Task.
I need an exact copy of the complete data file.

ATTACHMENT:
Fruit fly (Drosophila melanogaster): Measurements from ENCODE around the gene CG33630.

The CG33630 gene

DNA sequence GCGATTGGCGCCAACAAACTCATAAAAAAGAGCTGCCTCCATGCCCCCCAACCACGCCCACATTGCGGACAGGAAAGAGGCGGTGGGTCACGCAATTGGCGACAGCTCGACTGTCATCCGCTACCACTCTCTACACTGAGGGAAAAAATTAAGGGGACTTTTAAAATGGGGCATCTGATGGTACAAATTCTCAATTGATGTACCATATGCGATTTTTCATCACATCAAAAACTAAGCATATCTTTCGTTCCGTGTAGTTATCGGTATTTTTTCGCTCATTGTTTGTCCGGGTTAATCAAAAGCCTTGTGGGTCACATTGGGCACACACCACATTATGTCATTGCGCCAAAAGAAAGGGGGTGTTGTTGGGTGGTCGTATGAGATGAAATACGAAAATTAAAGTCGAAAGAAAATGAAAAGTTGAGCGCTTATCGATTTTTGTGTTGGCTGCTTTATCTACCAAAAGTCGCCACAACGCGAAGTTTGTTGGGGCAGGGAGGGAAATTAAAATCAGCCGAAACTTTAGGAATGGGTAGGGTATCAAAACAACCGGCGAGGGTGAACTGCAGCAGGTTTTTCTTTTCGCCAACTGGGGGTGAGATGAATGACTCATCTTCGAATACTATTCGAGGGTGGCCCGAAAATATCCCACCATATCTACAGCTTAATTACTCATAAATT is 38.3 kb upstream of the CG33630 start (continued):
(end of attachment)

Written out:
Fruit fly (Drosophila melanogaster): Measurements from ENCODE around the gene CG33630.

The CG33630 gene

DNA sequence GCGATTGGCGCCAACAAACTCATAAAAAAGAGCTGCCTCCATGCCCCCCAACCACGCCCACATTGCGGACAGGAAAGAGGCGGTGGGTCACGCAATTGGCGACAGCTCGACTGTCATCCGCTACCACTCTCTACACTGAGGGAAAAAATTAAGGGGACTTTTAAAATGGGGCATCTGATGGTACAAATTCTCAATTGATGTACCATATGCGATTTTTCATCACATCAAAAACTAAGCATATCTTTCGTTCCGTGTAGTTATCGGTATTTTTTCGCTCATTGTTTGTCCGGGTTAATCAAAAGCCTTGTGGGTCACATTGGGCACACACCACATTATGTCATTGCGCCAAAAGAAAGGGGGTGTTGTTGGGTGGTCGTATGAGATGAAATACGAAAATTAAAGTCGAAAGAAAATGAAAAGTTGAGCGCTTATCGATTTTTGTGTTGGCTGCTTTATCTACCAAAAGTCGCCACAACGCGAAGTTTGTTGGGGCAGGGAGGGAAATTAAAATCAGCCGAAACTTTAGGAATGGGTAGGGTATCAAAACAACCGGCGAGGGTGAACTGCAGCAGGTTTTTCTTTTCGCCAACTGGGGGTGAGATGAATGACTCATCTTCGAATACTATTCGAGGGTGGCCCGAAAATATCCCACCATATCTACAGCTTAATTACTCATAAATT is 38.3 kb upstream of the CG33630 start (continued):